obesity  and hypertension,   and  the  largest  topic  of
debate,   the  effects  of a proposal to  "immunize" pre-
teenagers  against depression  with  Cognitive Behavioral
Therapy (CAT) techniques.

This last subject is perhaps the most intriguing.  Martin
Seligman  began  the  debate  with  his  suggestion  that
preteens, aged 10-12 YO, who are at risk of depression be
taught some cognitive behavioral therapy (CAT) techniques
that might help reduce the incidence of depression.  This
is not  a new idea,  which has been suggested  by various
studies    conducted  on  this  so-called   "immunization
effect".  However,  Seligman's proposal on is new and was
criticized  by others on the list,  especially  and  most
thoroughly by Jeffrey Schaler. In a detailed rejoinder to
Seligman's  initial   and  follow-up   article,   Schaler
examined   some  of  the   wide-ranging  implications  of
Seligman's seemingly-innocuous proposal. Tor Neilands and
David Fresco  also  contributed  to  the  thoughtful  and
thought-provoking debate, which touches upon the need  of
preventive medicine, research, law, ethics, and morality.

The  merits of  clinical  vs. counseling psychology  were
also  debated.   Many  clinical psychologists  felt  that
counselors are often not properly trained in a scientist-
practitioner model,  and  gave examples  to support their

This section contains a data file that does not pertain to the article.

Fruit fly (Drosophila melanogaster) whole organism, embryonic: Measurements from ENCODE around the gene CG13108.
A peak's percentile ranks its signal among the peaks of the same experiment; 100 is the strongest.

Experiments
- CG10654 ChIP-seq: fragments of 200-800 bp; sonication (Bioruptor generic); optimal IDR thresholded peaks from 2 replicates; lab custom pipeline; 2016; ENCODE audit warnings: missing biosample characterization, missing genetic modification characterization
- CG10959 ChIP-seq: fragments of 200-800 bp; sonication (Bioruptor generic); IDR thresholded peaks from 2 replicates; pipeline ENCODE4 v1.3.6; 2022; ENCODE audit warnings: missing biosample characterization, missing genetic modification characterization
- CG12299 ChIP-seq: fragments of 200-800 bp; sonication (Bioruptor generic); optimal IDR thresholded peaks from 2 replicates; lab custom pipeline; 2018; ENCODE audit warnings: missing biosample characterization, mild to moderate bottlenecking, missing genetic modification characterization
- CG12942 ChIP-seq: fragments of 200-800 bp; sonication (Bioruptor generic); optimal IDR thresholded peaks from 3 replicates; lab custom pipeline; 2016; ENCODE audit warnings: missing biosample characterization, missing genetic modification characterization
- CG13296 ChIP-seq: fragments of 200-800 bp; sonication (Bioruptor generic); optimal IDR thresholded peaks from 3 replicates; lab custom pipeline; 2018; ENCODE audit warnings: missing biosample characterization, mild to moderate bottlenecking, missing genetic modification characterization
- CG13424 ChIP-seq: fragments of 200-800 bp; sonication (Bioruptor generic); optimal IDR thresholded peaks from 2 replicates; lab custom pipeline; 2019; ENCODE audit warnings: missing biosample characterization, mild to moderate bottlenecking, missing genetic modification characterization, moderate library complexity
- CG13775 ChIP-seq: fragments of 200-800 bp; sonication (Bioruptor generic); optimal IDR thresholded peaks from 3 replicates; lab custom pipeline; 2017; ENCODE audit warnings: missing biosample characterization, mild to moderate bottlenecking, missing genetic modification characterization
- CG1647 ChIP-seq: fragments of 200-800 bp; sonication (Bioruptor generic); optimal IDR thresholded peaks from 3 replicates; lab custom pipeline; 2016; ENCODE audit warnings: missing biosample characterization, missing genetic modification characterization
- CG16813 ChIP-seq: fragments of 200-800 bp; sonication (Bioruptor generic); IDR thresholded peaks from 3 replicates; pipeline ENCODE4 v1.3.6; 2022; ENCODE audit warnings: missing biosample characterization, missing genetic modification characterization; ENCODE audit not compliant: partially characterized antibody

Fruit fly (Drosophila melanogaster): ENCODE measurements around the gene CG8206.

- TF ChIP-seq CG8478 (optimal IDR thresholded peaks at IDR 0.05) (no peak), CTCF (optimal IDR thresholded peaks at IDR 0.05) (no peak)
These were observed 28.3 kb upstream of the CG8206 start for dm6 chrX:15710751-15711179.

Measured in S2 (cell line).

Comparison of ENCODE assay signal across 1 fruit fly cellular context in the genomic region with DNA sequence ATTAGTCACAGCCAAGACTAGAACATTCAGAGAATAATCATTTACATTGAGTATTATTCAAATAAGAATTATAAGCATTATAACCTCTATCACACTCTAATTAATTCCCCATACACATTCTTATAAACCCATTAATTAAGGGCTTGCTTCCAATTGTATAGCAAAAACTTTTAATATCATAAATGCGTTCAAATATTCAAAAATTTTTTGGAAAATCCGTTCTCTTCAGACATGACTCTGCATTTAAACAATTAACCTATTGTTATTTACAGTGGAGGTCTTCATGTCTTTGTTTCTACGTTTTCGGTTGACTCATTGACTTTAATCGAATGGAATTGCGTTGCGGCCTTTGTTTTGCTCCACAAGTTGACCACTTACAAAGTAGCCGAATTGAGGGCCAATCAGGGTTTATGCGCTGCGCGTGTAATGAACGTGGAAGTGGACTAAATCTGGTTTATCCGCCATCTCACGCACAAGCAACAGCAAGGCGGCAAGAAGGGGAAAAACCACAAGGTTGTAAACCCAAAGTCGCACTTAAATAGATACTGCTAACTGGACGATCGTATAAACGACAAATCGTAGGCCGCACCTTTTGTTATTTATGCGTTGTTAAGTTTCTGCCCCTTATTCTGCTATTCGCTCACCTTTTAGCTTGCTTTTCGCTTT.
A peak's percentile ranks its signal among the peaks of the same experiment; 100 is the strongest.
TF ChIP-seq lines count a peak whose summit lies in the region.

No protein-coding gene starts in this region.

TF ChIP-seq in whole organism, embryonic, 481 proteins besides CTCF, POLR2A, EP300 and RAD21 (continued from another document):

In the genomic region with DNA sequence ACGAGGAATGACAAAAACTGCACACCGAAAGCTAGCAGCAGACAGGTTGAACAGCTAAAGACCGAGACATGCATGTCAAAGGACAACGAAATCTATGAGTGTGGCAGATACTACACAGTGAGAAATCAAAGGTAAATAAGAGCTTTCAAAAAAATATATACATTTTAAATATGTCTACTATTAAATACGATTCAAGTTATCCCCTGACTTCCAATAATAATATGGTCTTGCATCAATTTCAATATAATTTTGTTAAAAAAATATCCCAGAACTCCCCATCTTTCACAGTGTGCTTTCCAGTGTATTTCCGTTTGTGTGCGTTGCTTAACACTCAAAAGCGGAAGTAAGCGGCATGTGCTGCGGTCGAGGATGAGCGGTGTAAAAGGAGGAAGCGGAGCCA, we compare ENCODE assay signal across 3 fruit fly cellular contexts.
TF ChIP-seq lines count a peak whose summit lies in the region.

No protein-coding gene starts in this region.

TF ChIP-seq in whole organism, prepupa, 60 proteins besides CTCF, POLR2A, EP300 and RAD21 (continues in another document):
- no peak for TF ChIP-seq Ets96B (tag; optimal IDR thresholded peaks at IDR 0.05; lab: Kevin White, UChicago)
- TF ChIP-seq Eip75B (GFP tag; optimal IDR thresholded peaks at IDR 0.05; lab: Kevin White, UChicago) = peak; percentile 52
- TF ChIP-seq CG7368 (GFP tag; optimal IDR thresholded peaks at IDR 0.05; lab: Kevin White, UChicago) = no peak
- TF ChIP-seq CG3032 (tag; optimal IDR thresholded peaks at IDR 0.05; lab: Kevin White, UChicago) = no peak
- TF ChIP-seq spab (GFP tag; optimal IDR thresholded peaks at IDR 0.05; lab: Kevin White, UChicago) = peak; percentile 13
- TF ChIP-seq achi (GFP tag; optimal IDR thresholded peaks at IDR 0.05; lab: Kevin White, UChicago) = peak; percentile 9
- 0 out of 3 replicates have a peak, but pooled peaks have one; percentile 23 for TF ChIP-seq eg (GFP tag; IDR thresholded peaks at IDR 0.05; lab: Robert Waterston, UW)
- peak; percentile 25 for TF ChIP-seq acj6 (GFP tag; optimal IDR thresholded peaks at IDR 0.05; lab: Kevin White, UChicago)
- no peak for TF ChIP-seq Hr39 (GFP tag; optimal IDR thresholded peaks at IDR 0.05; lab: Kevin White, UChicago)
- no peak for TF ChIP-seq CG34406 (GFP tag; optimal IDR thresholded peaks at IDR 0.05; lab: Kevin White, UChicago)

positions.  Counselors  and social workers  responded  by
saying that broad generalizations shouldn't be made,  and
some even  said  they were  better qualified  to  conduct
psychotherapy.  No consensus was reached.

The positions of Chomsky and others were  put forth  as a
way of debating  the position of Skinner  and his alleged
theoretical  shortcomings  (particularly  as  applied  to
understanding  verbal  behavior).   The  strengths  of  a
Skinnerian argument were persuasive.           [JMG, JJP]


After  some  interesting discussion  on the  evolutionary
adaptiveness  of depressotypic  behavior,  the Depression
SIG has simmered down of late.

Members are invited  to share recent research or thoughts
regarding mood disorders,   including but not limited to:
neurobiological    and    psychological    vulnerability;
personality and depression;  consequences  of depression;
description of depression;  and  co-morbidity  with other
disorders.               [Contributor: Dr. Thomas Joiner]


We're hovering at about 400 members.   Dr. Seligman and I
are  stepping  up   our  efforts  to  get  us  through  a
discussion dry spell.  Some pretty big names in the field
of helplessness have joined or have expressed interest in

We   will  soon begin  two  new  types  of  discussion:
1)  Discussion  of in progress work  related to helpless-
ness and 2) Theoretical target articles  and  responses -
but  not  as  formal  as  an  E-journal.    Also    under
consideration, but probably too preliminary to hype are a
Helplessness gopher site and WWW Page.
                          [Contributor: Dr. David Fresco]


The psychopharmacology list  has been averaging  about 10
messages a day.   We now have  about 400 members  from 16

Recent  discussions  have been  on such  topics as: with-